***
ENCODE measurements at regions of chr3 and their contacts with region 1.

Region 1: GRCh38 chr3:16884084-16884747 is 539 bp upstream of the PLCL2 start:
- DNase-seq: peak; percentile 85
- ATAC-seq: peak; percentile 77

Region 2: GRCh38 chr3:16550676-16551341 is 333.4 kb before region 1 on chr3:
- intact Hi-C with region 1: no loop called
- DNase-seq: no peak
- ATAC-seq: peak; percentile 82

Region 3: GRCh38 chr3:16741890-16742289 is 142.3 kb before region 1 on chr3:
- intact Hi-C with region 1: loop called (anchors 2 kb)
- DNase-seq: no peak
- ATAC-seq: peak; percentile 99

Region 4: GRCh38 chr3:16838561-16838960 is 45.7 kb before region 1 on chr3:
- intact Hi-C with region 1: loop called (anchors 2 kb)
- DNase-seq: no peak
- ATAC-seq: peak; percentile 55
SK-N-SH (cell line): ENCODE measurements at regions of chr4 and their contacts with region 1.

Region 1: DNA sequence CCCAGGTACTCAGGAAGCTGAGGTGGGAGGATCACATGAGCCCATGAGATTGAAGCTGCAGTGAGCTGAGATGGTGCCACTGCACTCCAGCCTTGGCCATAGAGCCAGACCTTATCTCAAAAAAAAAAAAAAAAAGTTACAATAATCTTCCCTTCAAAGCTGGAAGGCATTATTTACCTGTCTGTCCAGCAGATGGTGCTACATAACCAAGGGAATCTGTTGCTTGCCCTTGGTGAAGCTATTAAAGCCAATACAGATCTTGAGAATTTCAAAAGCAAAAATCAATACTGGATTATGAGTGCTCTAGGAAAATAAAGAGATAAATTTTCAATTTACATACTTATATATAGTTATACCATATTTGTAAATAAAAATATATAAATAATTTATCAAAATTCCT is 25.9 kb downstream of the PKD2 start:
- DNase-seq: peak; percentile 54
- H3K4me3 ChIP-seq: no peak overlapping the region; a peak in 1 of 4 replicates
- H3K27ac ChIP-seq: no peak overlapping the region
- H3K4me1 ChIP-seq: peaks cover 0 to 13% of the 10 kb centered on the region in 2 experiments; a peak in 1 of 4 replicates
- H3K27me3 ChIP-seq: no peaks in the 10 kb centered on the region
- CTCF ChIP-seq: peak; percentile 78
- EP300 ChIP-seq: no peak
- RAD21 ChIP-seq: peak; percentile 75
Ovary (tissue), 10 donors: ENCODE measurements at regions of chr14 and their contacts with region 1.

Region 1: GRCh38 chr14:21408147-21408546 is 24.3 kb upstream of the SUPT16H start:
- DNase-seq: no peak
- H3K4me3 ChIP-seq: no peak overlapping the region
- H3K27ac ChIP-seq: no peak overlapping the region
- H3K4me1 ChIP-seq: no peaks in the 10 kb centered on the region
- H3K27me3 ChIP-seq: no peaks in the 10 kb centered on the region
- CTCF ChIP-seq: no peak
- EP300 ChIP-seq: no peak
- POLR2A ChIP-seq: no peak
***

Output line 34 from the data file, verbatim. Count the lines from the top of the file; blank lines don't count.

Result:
- CTCF ChIP-seq: no peak